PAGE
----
Introductions: How to Introduce Your Dog to Other Pets
Brought to you by the AKC GoodDog! Helpline – the AKC’s 7-day-a-week training support service
By Hilarie Erb, AKC GoodDog! Helpline Trainer
During the holidays, there is a lot more visiting, and guests are likely to include friends’ and families’’ dogs. We have tips to help things go more smoothly for the canine and human family members when new dogs arrive at your home.
Keep in mind that when dogs meet other dogs, they do not understand, as most humans do, that they should behave politely even if they don’t like each other. Or that they should exercise self-control if they hit it off but are not allowed to rough-house continuously during the visit!
Before taking your dog to someone’s home, ask the host if it’s okay. An unexpected canine guest won’t be welcome if their dog has a history of not being social, and the hosts simply may not want the extra work involved in having another pet in their home. Pets such as cats, hamsters, rabbits, and birds can be very traumatized by a dog if they are not used to having one around so it’s likely that your dog will not be welcome.
But if you have the go-ahead to bring your dog, you need to know how to make introductions. It’s best that dogs meet in a neutral place, not inside the home of either dog. Dogs and other pets may feel threatened when a strange dog barges into their own safe place. Outside (again, not the fenced back yard of either dog) at a park or even in a nearby parking lot is best. Each dog should be on a leash with its owner and walked near each other calmly. Each owner should give his or her own dog treats for being calm and polite near the other dog.
If all goes well, take the dogs to the house and do the same thing in the front yard, then enter the house. It’s a good idea to keep them leashed for a while in the house as well as in a fenced back yard before letting them loose together.
Be careful with toys and food. These are things that most dogs do not like to share, and it isn’t fair to expect them to do so. Pick up all coveted toys, and feed the dogs separately under supervision. If the dogs do not get along, don’t scold either of them – this will just give them more reason to resent the other dog.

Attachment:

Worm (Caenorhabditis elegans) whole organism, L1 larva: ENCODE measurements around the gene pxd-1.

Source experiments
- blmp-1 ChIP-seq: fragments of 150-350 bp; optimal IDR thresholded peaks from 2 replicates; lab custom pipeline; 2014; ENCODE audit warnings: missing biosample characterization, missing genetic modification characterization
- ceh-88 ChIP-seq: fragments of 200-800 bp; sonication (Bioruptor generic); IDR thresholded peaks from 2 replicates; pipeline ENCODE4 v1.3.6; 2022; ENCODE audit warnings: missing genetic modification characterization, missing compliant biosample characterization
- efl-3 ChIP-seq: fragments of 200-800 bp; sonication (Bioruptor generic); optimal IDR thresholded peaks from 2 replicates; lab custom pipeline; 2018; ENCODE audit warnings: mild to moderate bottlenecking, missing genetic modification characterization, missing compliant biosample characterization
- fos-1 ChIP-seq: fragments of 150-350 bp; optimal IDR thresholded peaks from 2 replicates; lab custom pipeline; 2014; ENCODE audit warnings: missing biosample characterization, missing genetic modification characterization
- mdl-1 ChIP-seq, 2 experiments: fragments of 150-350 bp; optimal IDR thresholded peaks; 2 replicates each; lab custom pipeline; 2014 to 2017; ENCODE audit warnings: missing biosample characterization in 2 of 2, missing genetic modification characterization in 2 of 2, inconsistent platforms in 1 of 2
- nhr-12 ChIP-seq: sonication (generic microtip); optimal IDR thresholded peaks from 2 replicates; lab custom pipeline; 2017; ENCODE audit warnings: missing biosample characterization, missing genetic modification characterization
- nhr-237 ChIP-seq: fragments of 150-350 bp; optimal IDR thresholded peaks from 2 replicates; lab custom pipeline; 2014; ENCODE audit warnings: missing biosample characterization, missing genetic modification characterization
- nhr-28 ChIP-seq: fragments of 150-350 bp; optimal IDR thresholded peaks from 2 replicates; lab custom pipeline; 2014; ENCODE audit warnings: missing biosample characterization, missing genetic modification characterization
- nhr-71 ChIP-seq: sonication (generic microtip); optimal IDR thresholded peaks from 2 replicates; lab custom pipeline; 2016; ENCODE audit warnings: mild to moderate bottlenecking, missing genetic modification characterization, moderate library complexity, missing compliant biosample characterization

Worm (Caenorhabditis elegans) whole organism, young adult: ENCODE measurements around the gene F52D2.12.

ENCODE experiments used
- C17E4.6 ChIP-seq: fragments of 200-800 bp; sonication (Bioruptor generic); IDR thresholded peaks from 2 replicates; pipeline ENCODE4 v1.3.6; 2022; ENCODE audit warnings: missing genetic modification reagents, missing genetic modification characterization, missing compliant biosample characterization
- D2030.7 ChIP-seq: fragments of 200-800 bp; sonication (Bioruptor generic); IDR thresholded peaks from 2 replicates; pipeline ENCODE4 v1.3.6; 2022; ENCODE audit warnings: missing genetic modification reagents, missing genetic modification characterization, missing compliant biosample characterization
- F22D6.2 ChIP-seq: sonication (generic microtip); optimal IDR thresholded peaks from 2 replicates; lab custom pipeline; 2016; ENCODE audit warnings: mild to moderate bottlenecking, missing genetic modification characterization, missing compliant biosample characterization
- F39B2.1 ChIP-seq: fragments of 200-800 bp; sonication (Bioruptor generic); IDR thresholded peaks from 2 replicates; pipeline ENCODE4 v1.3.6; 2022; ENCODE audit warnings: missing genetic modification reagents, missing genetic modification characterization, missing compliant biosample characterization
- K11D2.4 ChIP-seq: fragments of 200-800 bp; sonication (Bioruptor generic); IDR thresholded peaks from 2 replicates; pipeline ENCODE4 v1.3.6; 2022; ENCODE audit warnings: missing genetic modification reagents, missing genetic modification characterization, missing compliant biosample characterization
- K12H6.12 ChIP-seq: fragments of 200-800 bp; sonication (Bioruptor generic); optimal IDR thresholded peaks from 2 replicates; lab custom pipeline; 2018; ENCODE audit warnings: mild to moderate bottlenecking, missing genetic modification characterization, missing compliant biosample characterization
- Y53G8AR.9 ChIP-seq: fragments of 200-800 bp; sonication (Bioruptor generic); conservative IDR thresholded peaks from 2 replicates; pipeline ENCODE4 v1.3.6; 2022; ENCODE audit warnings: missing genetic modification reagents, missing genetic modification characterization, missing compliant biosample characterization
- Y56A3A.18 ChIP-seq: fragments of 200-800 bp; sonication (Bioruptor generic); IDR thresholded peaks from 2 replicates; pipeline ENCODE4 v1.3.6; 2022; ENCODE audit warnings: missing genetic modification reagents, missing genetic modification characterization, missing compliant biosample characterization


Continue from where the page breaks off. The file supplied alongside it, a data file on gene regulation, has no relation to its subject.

Never let your dog chase your host’s cat or other pets, and be aware that many dogs see small furry animals as prey. If pets like these are not safely tucked in a room away from the dog, you should be prepared to put your dog in the crate that you brought, where he can enjoy a nice chew treat.
There are times when leaving Rover home isn’t an option, even though your parents’ dog does not like him. All the good introduction techniques in the world won’t change it. You will just need to manage the situation so that everyone is happy, and the host dog doesn’t feel displaced. Take along your dog’s crate and favorite chew toys to keep him occupied when you can’t watch him. You’ll need to put extra work into walking, playing with, and feeding each dog separately to ensure that the visit is pleasant for everyone and that you’ll be invited back.
Join the AKC GoodDog! Helpline TODAY at the discount price of $59.99 – $40 off the regular fee. This provides lifetime training support for your dog. No renewals ever necessary.
For more tips and advice on training your dog, join the AKC GoodDog! Helpline, a seven-day-a-week telephone support service staffed by experienced dog trainers: www.akcgooddoghelpline.org.